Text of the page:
THIS WAS THE MISSING LINK!
Most (if not all) agile processes, be they Lean, Scrum, Kanban or whatever assume usually quite a bit of discipline and adherenceto “the process” Don’t believe me? Try telling:
- A Lean / 6 Sigma adherent you won’t Define, Measure, Analyze, Improve, and Control
- A Scrum Master you’re not going to do the 3 questions or have a Product Owner
- A Kanban Kraftsperson you’re not going to limit WIP
In most cases, good luck with that… Does it have to be that way?
What is The Middle Way?
When I did my first official SDLC process training with Rational Unified Process, the 1st rule was “use the process to configure the process”. Unfortunately, many “agile people” don’t do this! They use a Waterfall process to configure an agile process. This, I suspect, is a key contributor to why many Agile adoptions fail. One of the lessons I learnt early on, after my first successful Scrum failure was to let the process emerge. My 2nd attempt was a dream run as we started with sticky notes and tasks – that’s all! No people against tasks and no estimates. The interesting thing is that the team added these two features in the next two retrospectives, which just shows that is you have faith and give control over to others in the “right context”, there shall be rewards.
It’s amazing how time flies as it seemed like yesterday, but it’s now been 8 years. Must be that old adage as I’ve certainly been having a lot of fun here. When I’d finished my last post on this, Agile Baby Steps – Iteration 3 (2 & 1), I’d finished up in Australia and moved to the UK. By coincidence it was where my Agile journey got a bit of a Turbo-Boost
After a few months of being a tourist and “kinda looking for work” I finally ended up in Andover which is a nice “little” market town just over an hour out from London working with Lloyds TSB. The role was initially as a Service Designer, but due to some enlightened management there I was able to introduce Scrum. Remember that in Aus I’d only just used it with a Scrum Master to integrate with Rational Unified Process, so I’d only just started down this route. To do a proper implementation we ran training with about 15 people and a Scrum Alliance trainer. This was the first time I’d been exposed to “pure Scrum” and it absolutely blew my mind! During the time there we rolled Scrum out across the various projects in the Business Process Re-engineering programme, even scaling it. Probably the key reason things went so smoothly was that the programme was Agile in it’s BPR activities and there had been a Lean effort in the past. Also, the programme had the concept of “Daily Prayers” that were like a Scrum, only unstructured so Scrum was really just a refinement (as the DP’s weren’t scaling) and extension which made sense as the program was just starting.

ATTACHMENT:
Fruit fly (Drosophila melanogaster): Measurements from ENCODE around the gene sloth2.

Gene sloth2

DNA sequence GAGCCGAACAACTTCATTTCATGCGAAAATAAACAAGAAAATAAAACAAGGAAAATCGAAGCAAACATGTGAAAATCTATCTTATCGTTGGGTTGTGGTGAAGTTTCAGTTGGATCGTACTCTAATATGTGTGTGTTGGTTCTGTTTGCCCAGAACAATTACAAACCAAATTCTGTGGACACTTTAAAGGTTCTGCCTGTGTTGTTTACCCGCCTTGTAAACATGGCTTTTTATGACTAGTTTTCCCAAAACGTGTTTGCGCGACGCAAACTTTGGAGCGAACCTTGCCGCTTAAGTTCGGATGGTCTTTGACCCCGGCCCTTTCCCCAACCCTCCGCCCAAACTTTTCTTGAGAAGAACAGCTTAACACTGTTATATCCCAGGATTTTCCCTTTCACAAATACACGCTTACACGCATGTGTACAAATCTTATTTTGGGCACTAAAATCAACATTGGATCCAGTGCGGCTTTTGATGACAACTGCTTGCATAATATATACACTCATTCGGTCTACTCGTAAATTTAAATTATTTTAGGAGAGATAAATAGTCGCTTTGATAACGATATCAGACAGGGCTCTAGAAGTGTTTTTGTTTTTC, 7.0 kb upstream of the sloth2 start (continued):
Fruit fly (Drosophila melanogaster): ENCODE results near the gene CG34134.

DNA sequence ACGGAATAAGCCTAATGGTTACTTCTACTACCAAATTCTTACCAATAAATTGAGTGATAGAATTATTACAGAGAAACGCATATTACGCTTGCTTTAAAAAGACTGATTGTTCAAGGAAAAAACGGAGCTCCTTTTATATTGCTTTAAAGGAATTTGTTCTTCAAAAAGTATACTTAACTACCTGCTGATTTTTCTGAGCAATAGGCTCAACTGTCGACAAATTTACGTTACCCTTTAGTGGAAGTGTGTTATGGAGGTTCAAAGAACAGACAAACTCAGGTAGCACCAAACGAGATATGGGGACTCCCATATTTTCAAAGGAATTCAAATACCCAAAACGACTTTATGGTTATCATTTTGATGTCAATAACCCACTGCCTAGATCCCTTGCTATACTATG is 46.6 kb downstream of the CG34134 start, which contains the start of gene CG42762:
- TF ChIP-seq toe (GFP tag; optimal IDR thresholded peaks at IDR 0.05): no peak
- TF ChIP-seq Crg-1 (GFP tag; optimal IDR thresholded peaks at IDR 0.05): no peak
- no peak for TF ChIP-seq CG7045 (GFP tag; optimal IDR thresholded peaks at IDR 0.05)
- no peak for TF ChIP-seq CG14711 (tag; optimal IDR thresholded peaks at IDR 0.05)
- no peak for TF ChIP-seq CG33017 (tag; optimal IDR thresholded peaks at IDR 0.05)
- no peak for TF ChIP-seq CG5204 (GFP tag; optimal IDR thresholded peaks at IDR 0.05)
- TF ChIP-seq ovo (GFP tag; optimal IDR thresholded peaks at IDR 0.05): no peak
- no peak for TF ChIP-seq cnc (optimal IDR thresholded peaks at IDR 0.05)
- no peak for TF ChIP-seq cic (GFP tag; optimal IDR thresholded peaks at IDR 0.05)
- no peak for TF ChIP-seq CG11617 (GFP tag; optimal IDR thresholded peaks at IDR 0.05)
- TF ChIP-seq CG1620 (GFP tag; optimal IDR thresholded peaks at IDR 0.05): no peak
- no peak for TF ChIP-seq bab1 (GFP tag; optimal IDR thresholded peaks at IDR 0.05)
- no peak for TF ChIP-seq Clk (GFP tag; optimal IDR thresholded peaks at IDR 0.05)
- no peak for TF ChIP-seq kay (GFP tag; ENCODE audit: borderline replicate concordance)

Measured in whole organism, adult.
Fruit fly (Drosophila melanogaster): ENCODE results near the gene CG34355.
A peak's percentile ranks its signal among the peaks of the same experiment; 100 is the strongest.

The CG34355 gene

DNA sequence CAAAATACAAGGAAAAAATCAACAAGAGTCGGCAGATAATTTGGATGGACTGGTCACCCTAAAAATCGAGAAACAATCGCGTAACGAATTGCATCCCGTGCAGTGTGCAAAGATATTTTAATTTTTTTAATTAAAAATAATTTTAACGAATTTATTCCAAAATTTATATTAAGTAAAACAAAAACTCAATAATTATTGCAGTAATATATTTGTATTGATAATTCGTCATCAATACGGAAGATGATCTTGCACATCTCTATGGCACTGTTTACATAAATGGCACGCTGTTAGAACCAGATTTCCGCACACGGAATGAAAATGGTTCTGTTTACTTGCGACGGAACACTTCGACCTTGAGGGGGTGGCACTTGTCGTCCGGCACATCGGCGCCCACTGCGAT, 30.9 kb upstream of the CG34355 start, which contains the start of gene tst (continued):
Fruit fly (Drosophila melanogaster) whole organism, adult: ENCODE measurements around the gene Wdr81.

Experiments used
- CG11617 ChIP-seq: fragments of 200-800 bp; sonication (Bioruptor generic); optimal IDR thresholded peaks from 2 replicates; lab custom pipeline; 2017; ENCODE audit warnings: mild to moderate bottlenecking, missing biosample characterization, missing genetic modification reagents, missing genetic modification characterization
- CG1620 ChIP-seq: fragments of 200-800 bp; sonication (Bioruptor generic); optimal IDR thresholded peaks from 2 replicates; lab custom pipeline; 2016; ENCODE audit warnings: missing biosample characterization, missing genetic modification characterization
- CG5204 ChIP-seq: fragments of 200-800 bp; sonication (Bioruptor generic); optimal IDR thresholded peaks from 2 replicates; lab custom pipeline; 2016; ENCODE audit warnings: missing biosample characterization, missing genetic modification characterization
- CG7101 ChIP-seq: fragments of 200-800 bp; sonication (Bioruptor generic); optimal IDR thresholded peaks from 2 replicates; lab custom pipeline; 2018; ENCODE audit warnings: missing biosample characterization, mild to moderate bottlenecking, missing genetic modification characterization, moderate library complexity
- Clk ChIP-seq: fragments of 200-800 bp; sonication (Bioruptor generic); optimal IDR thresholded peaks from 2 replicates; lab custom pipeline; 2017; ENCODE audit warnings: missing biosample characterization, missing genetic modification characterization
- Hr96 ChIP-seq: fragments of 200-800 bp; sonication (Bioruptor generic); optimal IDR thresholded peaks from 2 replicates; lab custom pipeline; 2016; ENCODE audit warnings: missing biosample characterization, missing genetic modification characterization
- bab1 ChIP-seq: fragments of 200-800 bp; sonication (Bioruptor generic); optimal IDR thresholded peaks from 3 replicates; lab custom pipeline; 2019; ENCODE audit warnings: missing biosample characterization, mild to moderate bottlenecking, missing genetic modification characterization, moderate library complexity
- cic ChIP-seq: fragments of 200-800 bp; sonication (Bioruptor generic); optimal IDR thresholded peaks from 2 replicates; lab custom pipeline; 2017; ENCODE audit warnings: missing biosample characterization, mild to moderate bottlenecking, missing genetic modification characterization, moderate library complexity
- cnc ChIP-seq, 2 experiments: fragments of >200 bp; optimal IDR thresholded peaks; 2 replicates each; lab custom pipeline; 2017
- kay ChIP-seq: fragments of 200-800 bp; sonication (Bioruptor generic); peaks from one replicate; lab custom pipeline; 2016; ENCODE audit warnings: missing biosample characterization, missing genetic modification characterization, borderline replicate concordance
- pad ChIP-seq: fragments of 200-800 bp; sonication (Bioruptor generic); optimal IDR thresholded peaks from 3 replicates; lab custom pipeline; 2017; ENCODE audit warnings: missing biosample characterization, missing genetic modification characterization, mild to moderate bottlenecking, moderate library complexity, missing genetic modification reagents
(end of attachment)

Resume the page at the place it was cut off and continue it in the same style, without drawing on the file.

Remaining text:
Next along was TNT and I had no intent originally for any process work as I was just there to do some performance tuning and architectural refactoring. After a few weeks though, it emerged that the team they were building up was having problems keeping track of things. One of the lessons I learnt from the previous engagement was not to be too prescriptive, so I said I knew a simple technique that could help. I told them the basic rules of Scrum and had Backlog, Doing, Done but did not tell them what to put on the stick notes! In the beginning it was just the task but after the first retrospective someone suggested adding the person responsible – “great idea” I said ;-) After the next retrospective, they suggested adding time! They’d invented Scrum Sticky Notes! I think this is a great example of what happens when you trust people and let them own “the process solution”.
Even better, was the fact that this was integrated with their existing Project Management process as at the end of each sprint I gathered up all the sticky notes and gave them to my enlightened PM who then did whatever she did with Gantt charts, reports etc… As the Scrum Master, I worked hand-in-hand with my PM and it only took less than 1h per day for me as the PM handled all the issues. Oh, but it didn’t stop there – we had an offshore team also. Again, thanks to enlightened management, we had a number of devs from offshore being rotated in and the timing was perfect. After a few weeks some of them went back to India and because they knew the process (it was theirs after all) Scrums were quickly up and running over there. We’d then have a teleconference Scrum to sync everyone up which worked a treat.
The interesting thing about the TNT implementation was that the “pure Scrum” people would be frothing at the mouth as we’d probably broken a number of “rules” – e.g. estimating in time, rather than story points, bananas, etc… Yet, I’d regard this as on of my best Scrum implementation so far as we’d cracked two of the classic problems that people have: